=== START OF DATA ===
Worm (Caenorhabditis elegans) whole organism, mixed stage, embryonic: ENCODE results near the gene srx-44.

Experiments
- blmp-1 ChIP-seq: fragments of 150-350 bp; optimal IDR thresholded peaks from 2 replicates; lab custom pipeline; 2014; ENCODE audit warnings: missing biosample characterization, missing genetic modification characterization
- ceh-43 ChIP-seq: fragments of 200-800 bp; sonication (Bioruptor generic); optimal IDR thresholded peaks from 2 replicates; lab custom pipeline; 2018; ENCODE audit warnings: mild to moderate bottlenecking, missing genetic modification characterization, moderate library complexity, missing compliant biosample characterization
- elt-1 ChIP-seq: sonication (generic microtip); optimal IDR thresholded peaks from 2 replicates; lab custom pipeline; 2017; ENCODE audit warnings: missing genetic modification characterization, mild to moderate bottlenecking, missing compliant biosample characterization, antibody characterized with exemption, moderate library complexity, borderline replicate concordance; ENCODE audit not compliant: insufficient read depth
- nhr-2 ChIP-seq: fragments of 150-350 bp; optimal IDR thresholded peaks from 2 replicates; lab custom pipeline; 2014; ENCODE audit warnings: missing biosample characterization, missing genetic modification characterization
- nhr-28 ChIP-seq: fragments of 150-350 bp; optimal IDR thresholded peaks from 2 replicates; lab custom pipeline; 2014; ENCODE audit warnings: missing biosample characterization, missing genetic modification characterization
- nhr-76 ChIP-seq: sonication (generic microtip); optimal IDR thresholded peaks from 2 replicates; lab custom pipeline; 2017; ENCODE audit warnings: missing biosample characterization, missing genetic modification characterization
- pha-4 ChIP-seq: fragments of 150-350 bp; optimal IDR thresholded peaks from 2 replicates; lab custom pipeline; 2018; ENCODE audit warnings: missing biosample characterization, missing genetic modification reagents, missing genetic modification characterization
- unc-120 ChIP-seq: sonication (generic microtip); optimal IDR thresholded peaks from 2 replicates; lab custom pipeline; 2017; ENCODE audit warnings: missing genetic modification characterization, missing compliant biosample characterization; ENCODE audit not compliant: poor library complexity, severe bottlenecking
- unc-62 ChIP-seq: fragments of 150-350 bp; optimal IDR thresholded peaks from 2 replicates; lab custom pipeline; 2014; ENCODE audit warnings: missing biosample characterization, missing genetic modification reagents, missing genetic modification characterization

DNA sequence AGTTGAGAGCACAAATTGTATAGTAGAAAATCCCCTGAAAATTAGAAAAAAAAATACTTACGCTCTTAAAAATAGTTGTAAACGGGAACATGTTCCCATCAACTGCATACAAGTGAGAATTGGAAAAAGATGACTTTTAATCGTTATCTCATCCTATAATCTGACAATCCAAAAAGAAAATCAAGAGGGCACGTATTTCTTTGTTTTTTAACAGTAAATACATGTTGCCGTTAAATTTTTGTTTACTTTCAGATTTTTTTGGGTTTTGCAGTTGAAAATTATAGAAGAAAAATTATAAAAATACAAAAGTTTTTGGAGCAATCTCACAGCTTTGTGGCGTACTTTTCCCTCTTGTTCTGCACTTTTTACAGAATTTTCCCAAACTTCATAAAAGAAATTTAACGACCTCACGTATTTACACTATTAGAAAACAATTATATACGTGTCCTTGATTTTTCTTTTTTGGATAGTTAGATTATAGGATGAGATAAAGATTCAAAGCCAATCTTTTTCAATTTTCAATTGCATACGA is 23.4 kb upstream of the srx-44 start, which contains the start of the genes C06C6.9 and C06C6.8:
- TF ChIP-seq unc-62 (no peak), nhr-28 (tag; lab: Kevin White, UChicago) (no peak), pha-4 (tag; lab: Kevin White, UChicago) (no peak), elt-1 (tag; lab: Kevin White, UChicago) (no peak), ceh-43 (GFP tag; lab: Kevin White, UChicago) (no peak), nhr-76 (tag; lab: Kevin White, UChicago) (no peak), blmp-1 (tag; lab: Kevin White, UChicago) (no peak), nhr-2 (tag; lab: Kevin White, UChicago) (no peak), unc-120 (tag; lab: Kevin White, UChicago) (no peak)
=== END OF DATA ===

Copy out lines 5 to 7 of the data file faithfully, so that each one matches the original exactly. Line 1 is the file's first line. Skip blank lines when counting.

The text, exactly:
- elt-1 ChIP-seq: sonication (generic microtip); optimal IDR thresholded peaks from 2 replicates; lab custom pipeline; 2017; ENCODE audit warnings: missing genetic modification characterization, mild to moderate bottlenecking, missing compliant biosample characterization, antibody characterized with exemption, moderate library complexity, borderline replicate concordance; ENCODE audit not compliant: insufficient read depth
- nhr-2 ChIP-seq: fragments of 150-350 bp; optimal IDR thresholded peaks from 2 replicates; lab custom pipeline; 2014; ENCODE audit warnings: missing biosample characterization, missing genetic modification characterization
- nhr-28 ChIP-seq: fragments of 150-350 bp; optimal IDR thresholded peaks from 2 replicates; lab custom pipeline; 2014; ENCODE audit warnings: missing biosample characterization, missing genetic modification characterization